About

The Politics of Sexuality

J. Daniels, Instructor

21:988:325:01

This course is designed to provide legal, social, and historical context to the field of the politics of sexuality. Focusing on the national as well as the global, this course takes an interdisciplinary approach in pulling together various artifacts and texts to fully investigate experiences, identities, and cultures as they relate to how gender and sexuality inform our national/international understandings.

Course Objectives

By the end of this course, students will be able to:

  • Articulate an understanding of how gender, sex, and sexuality operate as constructs
  • Situate the roles of gender, sex, and sexuality within historical contexts
  • Thoughtfully consider the possibilities/limitations of sexual or gender identities
  • Analyze the ways in which class, geography, race, and law impact the ways in which certain bodies are read

Attendance and Academic Integrity

The University and its instructors requires regular class attendance of all students. Repeated unexcused absences will lower a student’s grade by one letter, continuing as absences accumulate. Of course, life happens, and for that, there is the Self-Reporting Absence Application. Please use this to report your absences. This does not mean that your absence has been excused, just that you have reported it. Please see me for a conversation about the excusing of absences.

In order for the University to be a place that fosters communication, knowledge, and outstanding intellectual work, students and instructors must hold themselves to high standards of academic integrity. To that end, please see the University’s Academic Integrity Policy.

Assignments and Office Hours

This is not a lecture course. Students are expected to thoughtfully read the pieces assigned, articulate their understanding of the material in class, and complete assignments on time. Should you have questions about the material, the assignments, or your progress in the course, please contact me via email (janessa.daniels@gmail.com) or schedule a meeting. Your success in the class depends upon communication – with me, your classmates, and the material. So please, talk!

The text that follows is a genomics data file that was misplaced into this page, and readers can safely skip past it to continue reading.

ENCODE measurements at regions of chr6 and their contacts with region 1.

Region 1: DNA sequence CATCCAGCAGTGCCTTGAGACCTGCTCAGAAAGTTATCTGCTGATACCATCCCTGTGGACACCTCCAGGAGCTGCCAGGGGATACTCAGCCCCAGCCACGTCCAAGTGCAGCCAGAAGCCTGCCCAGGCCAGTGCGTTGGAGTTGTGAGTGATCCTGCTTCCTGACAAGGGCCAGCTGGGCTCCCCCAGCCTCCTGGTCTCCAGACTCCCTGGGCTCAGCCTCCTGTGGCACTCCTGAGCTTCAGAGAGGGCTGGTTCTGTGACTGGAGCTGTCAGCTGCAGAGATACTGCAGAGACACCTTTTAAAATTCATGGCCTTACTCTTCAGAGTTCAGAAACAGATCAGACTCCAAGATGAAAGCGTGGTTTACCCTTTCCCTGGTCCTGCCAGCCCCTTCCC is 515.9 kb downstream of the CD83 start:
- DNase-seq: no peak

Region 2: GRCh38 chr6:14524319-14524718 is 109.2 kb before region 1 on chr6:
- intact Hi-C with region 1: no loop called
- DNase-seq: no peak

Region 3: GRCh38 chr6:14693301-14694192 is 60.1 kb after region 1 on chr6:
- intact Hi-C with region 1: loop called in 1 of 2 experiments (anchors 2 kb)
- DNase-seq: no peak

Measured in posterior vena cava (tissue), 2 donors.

Deadlines and Late Work

The written assignments are time sensitive, especially the Online Readings. Turn in all written assignments on the due date. Unless prior approval of the instructor has been obtained or in the case of documented emergencies, late assignments will not be accepted and/or will receive a significant penalty.

Safe Spaces and Language

This class is a safe space: there is no toleration of anti-LGBTQ violence or harassment. However, this lack of toleration carries over into matters of race, color, religion, sex, national origin, or educational level. For this to be a safe space for all students, the classroom needs to be recognized as a space of education: the process by which an individual learns and retains knowledge through training, practice, or guidance. To this end, we are all learners, and communication greatly helps in the pursuit of education.

Grading

140 points – Class Participation/Attendance (5 per) – 30%

50 points – Quizzes (5 total at 10 points each) – 20%

50 points – Online Responses (15 total at 10 points each) – 20%

110 points – Final Paper ( 5 to 7 pages total) – 30%

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350 points 100%

Sample Grade – Assumes student attended all classes/did not exceed number of unexcused absences

90pts Class Participation/Attendance

30pts Quizzes

45pts Online Responses

95pts Final Paper

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260pts – 74% – C

Please see the various rubrics/self-assessment sheets at (https://politicsofsexualityrutgersnewark.wordpress.com) to track your progress throughout the course, find better understanding of how you’ll be graded, and generally keep up with course requirements.

Schedule of Readings/Assignments

September 7th – Introduction

September 12th/14th – What Exactly Is This?

“Gender and Race: (What) Are They? (What) Do We Want Them to Be?” (Read the first three parts for Monday, the next three for Wednesday)

September 19th/21st – The Science of Sex

Chapter one of Sexual Science and “Becoming a Gendered Body”

September 26th/28th – The Politics of Appearance: Hair

“The Razor’s Edge: The Politics of Facial Hair” and “’A Mexican Who Looks Like You’: Reflections on the Politics of Hair from Outside the Black/White Binary”

October 3rd/5th – The Politics of Appearance: Breasts

“Bared Breasts and Body Politics” and “The Effects of Aesthetic Breast Augmentation on Quality of Life, Psychological Distress, and Eating Disorder Symptoms:A Prospective Study”

October 10th/12th – Body Modification

“Body Modification in College Students: Considering Gender, Self-Esteem, Body Appreciation, and Reasons for Tattoos” and “Body Modification and Trans Men”

October 17th/19th – The Labor of Care and Comfort

 “Technology, Normalisation, and Male Sex Work” “Female Sex Tourism in the Caribbean”

October 24th/26th – Adolescent Sexuality

“Childhood and Adolescent Sexuality, Islam, and Problematics of Sex Education: A Call Re-Examination” and “Sexuality Education for Children and Adolescents”

October 31st/November 2nd – Incarcerated Sexuality

“Sex and Sexuality in Women’s Prisons” and “Constructing and Performing Sexualities in the Penitentiaries: Attitudes and Behaviors Among Male Prisoners”

November 7th/9th – Differently Abled Sexuality

November 14th/16th – Alternative Sexuality

November 21st/23rd – Reproduction and Surrogacy

November 28th/30th – The Politics of Consent

December 5th/7th – Love and (Arraigned) Marriage

December 12/14th – S.A.H.D.s

December 19th/21st – Recap/Paper Workshop